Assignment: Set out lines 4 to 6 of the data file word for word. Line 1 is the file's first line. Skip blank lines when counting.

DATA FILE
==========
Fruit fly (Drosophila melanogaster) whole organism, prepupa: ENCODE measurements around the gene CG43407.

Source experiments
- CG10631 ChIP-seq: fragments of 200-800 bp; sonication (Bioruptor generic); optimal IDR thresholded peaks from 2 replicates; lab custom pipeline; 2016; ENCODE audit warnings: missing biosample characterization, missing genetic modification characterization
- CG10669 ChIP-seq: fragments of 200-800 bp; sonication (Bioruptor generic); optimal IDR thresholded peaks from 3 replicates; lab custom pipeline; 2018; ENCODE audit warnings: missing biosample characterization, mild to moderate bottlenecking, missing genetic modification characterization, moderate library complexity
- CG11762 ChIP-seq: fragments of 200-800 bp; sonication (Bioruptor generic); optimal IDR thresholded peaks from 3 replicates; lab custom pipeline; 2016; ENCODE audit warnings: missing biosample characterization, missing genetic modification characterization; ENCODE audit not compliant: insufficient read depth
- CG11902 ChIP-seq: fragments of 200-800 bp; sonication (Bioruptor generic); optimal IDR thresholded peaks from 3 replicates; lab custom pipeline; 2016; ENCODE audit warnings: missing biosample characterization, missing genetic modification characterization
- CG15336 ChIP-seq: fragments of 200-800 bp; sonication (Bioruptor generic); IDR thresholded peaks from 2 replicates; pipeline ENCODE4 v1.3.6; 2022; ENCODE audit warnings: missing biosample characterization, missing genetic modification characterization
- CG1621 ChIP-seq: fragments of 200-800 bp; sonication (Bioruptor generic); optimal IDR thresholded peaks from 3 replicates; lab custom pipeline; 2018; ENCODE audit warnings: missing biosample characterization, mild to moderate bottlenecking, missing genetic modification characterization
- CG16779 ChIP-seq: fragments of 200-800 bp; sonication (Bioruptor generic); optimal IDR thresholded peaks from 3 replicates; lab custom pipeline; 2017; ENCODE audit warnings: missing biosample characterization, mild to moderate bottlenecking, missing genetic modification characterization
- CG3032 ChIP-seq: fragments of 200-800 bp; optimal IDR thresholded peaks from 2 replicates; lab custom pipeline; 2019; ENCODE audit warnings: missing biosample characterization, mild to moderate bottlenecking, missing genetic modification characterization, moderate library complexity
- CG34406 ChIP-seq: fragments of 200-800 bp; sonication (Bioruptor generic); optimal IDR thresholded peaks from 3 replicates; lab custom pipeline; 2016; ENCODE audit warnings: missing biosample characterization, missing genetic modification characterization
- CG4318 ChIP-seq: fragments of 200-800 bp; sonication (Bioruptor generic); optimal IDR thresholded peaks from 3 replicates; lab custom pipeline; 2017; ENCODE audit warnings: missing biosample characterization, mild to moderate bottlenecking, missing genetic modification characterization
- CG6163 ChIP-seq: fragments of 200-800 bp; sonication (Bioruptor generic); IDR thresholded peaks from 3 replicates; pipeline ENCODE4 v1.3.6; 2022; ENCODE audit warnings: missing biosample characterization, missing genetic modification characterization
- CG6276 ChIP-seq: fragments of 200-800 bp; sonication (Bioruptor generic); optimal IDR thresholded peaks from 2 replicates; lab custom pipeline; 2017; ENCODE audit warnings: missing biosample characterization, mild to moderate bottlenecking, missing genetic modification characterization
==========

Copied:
- CG10669 ChIP-seq: fragments of 200-800 bp; sonication (Bioruptor generic); optimal IDR thresholded peaks from 3 replicates; lab custom pipeline; 2018; ENCODE audit warnings: missing biosample characterization, mild to moderate bottlenecking, missing genetic modification characterization, moderate library complexity
- CG11762 ChIP-seq: fragments of 200-800 bp; sonication (Bioruptor generic); optimal IDR thresholded peaks from 3 replicates; lab custom pipeline; 2016; ENCODE audit warnings: missing biosample characterization, missing genetic modification characterization; ENCODE audit not compliant: insufficient read depth
- CG11902 ChIP-seq: fragments of 200-800 bp; sonication (Bioruptor generic); optimal IDR thresholded peaks from 3 replicates; lab custom pipeline; 2016; ENCODE audit warnings: missing biosample characterization, missing genetic modification characterization